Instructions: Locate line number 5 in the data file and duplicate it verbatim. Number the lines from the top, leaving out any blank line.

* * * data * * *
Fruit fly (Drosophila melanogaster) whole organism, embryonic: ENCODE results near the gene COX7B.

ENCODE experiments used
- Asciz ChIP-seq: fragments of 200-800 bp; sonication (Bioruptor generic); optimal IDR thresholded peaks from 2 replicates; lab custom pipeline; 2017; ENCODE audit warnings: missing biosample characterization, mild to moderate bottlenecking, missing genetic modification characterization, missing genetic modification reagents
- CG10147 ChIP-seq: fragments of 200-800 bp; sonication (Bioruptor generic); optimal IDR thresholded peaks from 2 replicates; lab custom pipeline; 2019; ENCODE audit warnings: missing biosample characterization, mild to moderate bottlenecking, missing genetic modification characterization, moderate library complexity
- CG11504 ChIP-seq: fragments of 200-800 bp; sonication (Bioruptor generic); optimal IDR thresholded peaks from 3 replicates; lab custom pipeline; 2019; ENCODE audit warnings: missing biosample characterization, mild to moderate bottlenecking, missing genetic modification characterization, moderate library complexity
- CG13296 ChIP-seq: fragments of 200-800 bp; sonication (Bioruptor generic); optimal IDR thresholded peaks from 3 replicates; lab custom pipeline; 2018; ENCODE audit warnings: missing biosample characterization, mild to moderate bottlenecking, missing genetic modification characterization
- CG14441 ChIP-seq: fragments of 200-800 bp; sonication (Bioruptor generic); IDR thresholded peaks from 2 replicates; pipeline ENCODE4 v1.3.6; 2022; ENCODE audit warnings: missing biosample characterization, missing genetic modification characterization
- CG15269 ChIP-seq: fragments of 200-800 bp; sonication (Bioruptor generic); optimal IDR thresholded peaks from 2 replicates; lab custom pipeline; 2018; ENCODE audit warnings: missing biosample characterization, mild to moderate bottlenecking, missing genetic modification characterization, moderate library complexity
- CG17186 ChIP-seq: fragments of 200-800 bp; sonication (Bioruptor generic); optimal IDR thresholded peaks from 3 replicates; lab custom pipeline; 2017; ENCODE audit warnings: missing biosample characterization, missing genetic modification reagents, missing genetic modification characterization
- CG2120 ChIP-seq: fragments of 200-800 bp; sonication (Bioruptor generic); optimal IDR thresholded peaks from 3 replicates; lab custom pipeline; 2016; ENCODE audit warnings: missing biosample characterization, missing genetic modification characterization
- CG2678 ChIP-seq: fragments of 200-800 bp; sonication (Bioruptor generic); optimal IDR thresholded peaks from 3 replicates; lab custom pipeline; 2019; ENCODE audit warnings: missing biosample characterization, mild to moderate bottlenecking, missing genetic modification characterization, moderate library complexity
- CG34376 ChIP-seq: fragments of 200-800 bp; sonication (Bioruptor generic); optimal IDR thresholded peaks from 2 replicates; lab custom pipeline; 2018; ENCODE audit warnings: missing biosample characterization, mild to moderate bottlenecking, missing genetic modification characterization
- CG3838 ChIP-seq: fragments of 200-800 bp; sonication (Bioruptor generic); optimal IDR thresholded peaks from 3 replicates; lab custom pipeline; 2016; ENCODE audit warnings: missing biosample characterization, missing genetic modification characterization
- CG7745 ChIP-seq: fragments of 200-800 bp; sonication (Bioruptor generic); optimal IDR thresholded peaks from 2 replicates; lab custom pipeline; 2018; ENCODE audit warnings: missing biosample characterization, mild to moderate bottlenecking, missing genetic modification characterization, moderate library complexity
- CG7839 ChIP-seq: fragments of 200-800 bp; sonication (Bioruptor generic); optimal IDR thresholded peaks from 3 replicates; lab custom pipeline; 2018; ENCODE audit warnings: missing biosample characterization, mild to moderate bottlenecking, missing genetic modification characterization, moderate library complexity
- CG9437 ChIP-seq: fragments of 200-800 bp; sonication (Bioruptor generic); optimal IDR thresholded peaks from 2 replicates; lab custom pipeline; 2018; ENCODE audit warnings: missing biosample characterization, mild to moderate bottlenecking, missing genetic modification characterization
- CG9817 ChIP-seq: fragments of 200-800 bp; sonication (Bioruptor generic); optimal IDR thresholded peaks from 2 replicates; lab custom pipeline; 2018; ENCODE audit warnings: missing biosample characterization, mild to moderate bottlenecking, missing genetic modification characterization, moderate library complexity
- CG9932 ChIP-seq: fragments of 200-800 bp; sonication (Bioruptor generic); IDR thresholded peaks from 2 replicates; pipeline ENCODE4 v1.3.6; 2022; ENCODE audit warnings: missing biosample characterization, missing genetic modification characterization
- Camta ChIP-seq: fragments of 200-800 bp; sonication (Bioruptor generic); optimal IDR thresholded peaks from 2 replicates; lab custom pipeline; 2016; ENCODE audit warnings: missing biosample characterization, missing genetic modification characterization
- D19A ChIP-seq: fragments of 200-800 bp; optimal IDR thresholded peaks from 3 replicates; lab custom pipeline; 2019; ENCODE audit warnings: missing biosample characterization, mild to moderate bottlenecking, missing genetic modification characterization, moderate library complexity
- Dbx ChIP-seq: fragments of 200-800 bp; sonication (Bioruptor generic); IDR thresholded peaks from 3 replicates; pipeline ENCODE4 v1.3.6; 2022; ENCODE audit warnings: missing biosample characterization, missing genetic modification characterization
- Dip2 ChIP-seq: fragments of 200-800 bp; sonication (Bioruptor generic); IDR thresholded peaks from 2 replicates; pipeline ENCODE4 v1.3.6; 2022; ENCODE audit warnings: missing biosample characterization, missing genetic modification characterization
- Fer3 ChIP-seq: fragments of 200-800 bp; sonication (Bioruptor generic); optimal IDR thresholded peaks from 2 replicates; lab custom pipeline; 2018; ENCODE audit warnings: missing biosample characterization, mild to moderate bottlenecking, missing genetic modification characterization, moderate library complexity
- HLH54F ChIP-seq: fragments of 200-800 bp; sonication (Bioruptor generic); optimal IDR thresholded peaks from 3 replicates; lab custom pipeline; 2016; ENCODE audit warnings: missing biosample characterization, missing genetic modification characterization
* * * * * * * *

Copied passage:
- CG11504 ChIP-seq: fragments of 200-800 bp; sonication (Bioruptor generic); optimal IDR thresholded peaks from 3 replicates; lab custom pipeline; 2019; ENCODE audit warnings: missing biosample characterization, mild to moderate bottlenecking, missing genetic modification characterization, moderate library complexity